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Why Do Cats Meow, and What Do They Mean?

Do you ever wish you could have communication with your cat, or at least understand what they’re trying to tell you when they meow? If you’ve spent any amount of time around cats, you’ve probably noticed that not all meows sound the same. From the long, drawn out meeeeow to short little chirps, cats have a range of vocal signals.

Check out this list of common reasons why cats and kittens meow and what they might mean.

Why Kittens Meow
Just like human babies cry to tell their parents what they need, kittens meow to communicate with their mothers. When kittens meow, they might be hungry, cold or scared. Newly adopted kittens might also meow or cry upon moving into a new home. This change can be distressing to a kitten, so take steps to comfort them, such as holding or petting. The crying will usually subside as your new kitten becomes used to their new environment.

Cats Don’t Meow at Each Other
Did you know that once a kitten grows up and is weaned from its mother, it no longer meows at other cats? Grown cats use different vocal expressions besides meowing to communicate with each other, including scent, body language, facial expressions and touch. Cats may growl, hiss or yowl at each other to communicate, but meowing is a signal reserved only for humans.

Do Certain Cats Meow More Than Others?
The amount a cat meows can depend on its breed, age and environment. Siamese cats in particular are known for being “talkative.” Older cats may meow more than they did in their younger years, and cats in multi-pet households may meow to get attention.

What Does My Cat’s Meow Mean?
Your cat’s meow can mean a variety of things, from a simple greeting to letting you know they don’t feel well. With a little patient observation, you can learn to identify what your cat is trying to tell you when it meows.

  • Saying Hello – Often cats will greet their owners when they come home or even when they come across each other in the house. A normal “all-purpose” meow when your cat encounters you can simply be its way of saying hi.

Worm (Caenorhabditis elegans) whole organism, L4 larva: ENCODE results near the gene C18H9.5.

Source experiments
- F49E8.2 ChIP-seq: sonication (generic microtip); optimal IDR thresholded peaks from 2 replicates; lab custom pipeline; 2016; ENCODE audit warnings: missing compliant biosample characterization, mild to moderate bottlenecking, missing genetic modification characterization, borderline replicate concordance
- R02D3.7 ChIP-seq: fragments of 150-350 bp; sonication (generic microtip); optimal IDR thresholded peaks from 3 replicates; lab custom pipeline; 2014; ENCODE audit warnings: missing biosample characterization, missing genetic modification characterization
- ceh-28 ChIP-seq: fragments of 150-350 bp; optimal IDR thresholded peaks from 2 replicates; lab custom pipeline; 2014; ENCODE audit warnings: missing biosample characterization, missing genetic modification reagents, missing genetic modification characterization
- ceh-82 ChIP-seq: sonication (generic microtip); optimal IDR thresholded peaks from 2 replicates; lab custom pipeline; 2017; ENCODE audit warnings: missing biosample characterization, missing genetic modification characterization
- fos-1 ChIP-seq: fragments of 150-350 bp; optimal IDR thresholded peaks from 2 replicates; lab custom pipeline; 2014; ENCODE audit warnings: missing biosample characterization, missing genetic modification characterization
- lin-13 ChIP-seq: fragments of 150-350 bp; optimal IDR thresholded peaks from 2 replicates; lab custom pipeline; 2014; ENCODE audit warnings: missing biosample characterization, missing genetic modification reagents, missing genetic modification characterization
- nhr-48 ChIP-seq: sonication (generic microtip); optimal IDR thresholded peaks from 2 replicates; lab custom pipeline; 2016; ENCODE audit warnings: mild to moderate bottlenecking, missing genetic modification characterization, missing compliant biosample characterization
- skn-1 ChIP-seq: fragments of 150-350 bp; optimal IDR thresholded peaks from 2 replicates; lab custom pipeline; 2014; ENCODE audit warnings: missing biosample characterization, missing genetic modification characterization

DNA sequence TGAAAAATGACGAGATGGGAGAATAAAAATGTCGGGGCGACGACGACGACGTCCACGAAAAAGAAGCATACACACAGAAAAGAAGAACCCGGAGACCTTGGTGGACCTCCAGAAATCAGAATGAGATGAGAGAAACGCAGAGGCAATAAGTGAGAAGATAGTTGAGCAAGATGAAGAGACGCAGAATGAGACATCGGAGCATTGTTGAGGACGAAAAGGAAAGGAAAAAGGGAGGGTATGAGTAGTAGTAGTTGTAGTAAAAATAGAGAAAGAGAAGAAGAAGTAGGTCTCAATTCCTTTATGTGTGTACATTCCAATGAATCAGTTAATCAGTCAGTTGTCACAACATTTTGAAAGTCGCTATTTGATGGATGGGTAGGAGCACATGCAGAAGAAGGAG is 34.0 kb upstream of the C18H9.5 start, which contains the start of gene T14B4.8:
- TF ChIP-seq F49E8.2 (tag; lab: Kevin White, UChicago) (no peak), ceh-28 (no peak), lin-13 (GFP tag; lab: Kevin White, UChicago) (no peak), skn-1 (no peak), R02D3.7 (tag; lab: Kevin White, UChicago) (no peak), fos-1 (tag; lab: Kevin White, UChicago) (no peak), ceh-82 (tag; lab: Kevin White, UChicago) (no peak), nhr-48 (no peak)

• Asking for Attention – If your cat is feeling lonely or left out, you may notice it meowing more than usual. Your cat might also become clingy, following you around and not leaving you alone. If your cat is acting this way, try spending more time with them. Contrary to popular belief, cats are social creatures and do not enjoy being left alone for long periods of time. Playing, grooming and petting are all ways you can show your cat the attention it needs.
  • Contentment – Cats often make small, soft meows when they’re being petted or held. This is usually a sign they’re content. Additionally, if your cat pushes their body up into your hand during petting, this is a sign they’re enjoying the contact with you and inviting more.
  • They’re Hungry – Cats meow at their owners when they’re hungry or when their humans enter the kitchen. While your cat may indeed be asking for food, feeding a meal or treats in response to the meowing might encourage your cat to make this behavior a habit. Try feeding your cat after it quiets down or from an automatic feeder that dispenses food at certain times. When your cat chirps at you instead of meowing, it may be trying to lead you to its food bowl.
  • Watching Other Animals – Have you ever noticed your cat making a mix of chirping, chattering growls and meows when it looks outside? Chances are they’re watching a bird, squirrel or other animal. The noises are a signal that your cat is excited or interested in the “prey” outside.
  • Anxiety/Stress – If a major change has occurred in the household (e.g., a new baby in the home, you’ve moved to a new house, another pet or family member has passed away, etc.), your cat might make longer, sad meows. This is an indication your cat senses a change and is experiencing anxiety or stress. Spending more time with your cat, comforting and playing with them, even treating them occasionally can help put your cat at ease and relieve this type of meowing.
  • Looking for a Mate – If your cat has not been spayed or neutered, you will likely find them exerting long, low yowls during mating season. Female cats yowl when in heat, and male cats do the same when they smell a female in heat. This type of behavior can be very disruptive, so it’s best to have your cats spayed or neutered to avoid the issue.
  • On the Prowl – If you have an outdoor cat, you may hear it growling or letting out long, low meows. This sound may mean your cat is hunting or has captured prey. If your cat is coming up to you with chirping noises, it may be trying to lead you to its catch.
  • Aging – As cats get older, they may suffer from cognitive dysfunction, which can cause them anxiety and stress, resulting in increased meowing. If you feel like your cat is suffering from disorientation or an underlying medical issue, make an appointment with your veterinarian.
  • Illness – Similar to aging cats, sick cats can meow to let their owners know they’re not feeling well. If you notice your cat exhibiting unusual meowing and behavior, schedule an appointment with your local veterinarian. Conditions such as overactive thyroid or kidney disease, usually found in older cats, can cause increased meowing.

Paying attention to your cat to learn their different forms of meows and vocal signals can be a rewarding experience for a pet parent. In doing so, you might get to know your cat better and experience a deeper level of connection and bonding to your feline friend. You’ll also be more attuned to how your cat is feeling and can get help sooner if you notice any unusual behavior or sounds.

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